Do you associate banana bread with the 1970’s? I know I do. In that era of hippies and free love, there was a push toward eating healthy and that’s when natural food stores, macrobiotics and crimes against nature like carob came into vogue. But banana bread actually became popular in the 1930’s during the depression as a way to salvage over ripe bananas, along with a rise in the use of baking powder in recipes to create such things as “quick breads.” Regardless of association, banana bread is often thought of as healthy, though it can be loaded with fat and cholesterol and in general is not exactly good for you despite the addition of fruit.
Banana bread is not always my favorite because it’s usually loaded with walnuts (which I loathe). However, remove the walnuts and add chocolate and I’m a happy girl. I wanted to see if I could make a healthy banana bread without wanting to use it as a doorstop. What I discovered is that it really depends on how you want to define “healthy.”
No fat? No cholesterol? That’s not going to happen without sacrificing taste and texture to a certain degree. So how about about making it healthier than the typical quick bread? I can live with that. Below are the small changes I made and I was so happy with the result that I baked it for our weekly family dinner. Twice. No one noticed anything except how rich and decadent it tasted.
- I replaced the typical white flour with whole wheat flour and did not notice a discernible difference in texture; it wasn’t any denser than the typical quick bread.
- Including toasted whole flax seeds gave it a bit of crunch and a nutty flavor without the added fat. Flax seeds are also a good source of healthy Omega 3 fatty acids which can help lower cholesterol.
- Instead of melted butter which is a saturated fat, I used grape seed oil which is polyunsaturated.
- Dark chocolate contains antioxidants and some studies show that half an ounce of dark chocolate per day can provide health benefits to the heart and mood. Plus it just tastes good!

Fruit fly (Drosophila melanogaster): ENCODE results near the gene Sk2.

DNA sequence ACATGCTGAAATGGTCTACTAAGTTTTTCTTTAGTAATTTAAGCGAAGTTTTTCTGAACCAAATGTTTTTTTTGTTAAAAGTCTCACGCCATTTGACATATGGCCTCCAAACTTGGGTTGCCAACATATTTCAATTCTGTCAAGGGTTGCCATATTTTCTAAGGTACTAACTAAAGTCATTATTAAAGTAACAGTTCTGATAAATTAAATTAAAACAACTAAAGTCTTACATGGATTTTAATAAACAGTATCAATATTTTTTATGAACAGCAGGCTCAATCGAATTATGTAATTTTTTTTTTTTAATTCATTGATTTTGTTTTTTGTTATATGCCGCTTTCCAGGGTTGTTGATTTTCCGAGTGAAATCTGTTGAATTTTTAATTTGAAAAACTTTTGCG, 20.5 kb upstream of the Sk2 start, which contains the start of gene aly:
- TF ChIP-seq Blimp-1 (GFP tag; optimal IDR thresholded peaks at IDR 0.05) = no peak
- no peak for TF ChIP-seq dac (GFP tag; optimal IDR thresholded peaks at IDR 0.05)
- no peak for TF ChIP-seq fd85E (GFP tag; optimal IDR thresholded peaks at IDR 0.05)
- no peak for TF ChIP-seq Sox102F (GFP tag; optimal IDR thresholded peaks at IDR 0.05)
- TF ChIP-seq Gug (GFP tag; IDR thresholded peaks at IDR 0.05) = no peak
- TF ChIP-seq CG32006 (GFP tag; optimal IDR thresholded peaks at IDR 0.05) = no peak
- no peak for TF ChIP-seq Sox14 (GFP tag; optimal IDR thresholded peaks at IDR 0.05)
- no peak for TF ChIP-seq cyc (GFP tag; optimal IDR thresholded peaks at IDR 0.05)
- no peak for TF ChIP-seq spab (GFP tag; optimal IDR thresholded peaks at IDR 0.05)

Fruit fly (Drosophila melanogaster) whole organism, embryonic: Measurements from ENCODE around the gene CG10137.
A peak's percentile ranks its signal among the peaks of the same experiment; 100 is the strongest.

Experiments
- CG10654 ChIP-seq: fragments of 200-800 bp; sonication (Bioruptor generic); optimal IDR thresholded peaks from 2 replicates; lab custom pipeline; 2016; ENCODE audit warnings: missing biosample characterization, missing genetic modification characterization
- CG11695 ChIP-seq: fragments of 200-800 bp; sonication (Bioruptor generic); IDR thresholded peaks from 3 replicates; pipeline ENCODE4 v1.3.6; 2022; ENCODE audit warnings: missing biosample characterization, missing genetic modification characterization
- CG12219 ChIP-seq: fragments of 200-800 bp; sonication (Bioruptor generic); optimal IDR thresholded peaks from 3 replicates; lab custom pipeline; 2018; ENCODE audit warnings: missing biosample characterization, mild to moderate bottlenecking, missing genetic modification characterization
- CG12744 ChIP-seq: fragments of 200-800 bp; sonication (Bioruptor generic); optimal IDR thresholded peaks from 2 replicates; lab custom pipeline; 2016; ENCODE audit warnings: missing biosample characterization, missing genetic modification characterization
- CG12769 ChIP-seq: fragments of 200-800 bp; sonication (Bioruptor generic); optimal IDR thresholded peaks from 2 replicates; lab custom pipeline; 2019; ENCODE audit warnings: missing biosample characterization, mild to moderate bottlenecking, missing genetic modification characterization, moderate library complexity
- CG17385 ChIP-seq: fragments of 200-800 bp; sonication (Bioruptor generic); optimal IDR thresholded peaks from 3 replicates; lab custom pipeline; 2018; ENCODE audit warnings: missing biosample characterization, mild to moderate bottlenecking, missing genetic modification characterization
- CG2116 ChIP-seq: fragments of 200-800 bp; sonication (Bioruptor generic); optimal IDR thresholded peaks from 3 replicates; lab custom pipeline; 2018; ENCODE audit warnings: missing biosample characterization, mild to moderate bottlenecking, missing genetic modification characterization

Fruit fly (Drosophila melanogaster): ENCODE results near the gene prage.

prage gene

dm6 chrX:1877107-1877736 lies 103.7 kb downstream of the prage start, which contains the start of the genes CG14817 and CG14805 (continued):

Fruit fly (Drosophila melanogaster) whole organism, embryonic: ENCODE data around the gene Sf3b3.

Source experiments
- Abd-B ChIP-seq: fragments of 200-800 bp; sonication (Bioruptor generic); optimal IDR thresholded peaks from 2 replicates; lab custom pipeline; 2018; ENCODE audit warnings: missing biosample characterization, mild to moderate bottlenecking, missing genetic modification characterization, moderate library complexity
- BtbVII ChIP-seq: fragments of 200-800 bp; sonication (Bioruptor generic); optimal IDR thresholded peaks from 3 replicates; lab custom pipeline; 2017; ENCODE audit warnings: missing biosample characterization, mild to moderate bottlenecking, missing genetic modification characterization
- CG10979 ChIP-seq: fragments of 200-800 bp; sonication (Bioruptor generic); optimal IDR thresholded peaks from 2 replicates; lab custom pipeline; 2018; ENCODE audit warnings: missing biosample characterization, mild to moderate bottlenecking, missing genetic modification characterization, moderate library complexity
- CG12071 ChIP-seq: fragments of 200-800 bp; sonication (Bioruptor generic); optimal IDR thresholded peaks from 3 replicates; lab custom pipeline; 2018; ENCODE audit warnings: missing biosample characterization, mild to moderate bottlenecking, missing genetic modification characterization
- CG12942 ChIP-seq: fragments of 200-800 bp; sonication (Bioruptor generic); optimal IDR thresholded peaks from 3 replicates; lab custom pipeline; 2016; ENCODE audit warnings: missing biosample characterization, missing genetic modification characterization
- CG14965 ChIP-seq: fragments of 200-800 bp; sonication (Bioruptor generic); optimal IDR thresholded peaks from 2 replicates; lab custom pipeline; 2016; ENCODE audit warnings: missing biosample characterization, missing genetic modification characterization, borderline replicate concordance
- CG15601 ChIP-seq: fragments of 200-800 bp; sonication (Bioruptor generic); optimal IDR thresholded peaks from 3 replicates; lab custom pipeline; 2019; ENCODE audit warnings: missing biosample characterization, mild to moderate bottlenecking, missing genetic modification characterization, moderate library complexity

- Finally, I used 1% milk rather than whole milk, lowering the fat content.
I won’t go so far as to call this recipe low fat, because it’s not. My point is simply to show that some healthy substitutions can be made without even noticing. If you’re curious, click here for the nutritional info on one slice. As I said, it’s not exactly low fat, but it’s way better for you than a 1/2 cup of Chocolate Haagan Daaz, my personal benchmark for it’s bad for me but I’ll eat it anyway. This may not be your mama’s hippy banana bread, but it is healthier without sacrificing taste and texture.
Chocolate Banana Bread Recipe
Printable Recipe in PDF
8 oz whole wheat flour (about 1.5 cups)
4 oz (wt) sugar (about 2/3 cup)
1 oz (wt) cocoa powder (about 1/3 cup)
2 tsp. baking powder
1 tsp instant espresso powder
1.5 cups very ripe banana, mashed (3 bananas)
4 oz grape seed oil
6 oz milk (1%)
2 eggs, lightly beaten
1 tsp vanilla extract
1/4 cup flax whole flax seeds, toasted
3 oz (wt) dark chocolate, chopped (about 1/2 cup)
In a large bowl, whisk together the whole wheat flour, sugar, cocoa, baking powder and espresso powder. Note: the espresso powder isn’t 100% necessary, but it really enhances the chocolate flavor.
In another large bowl, combine the wet ingredients; mashed banana (it’s ok to leave some small lumps), oil, milk, eggs and vanilla. Add the chopped chocolate and flax seed to the wet mixture. Add in all the dry ingredients at once and stir to combine. Do not over-mix.
Pour the batter into the greased loaf pan and bake on a rack set in the middle of the oven for 55-60 minutes. I use a bamboo skewer to determine doneness (if it comes out wet with dough sticking to it, it’s not done) and start checking at about 45 minutes. Allow to cool 10 minutes then remove from the pan and cool on a wire rack.
Yields 14-16 slices.
*My pan in the photo below is hand made by my Uncle and is actually 10″x5″x5″ so your loaf may come out a bit taller than mine if you use a standard 9″x5″ pan. But isn’t it pretty?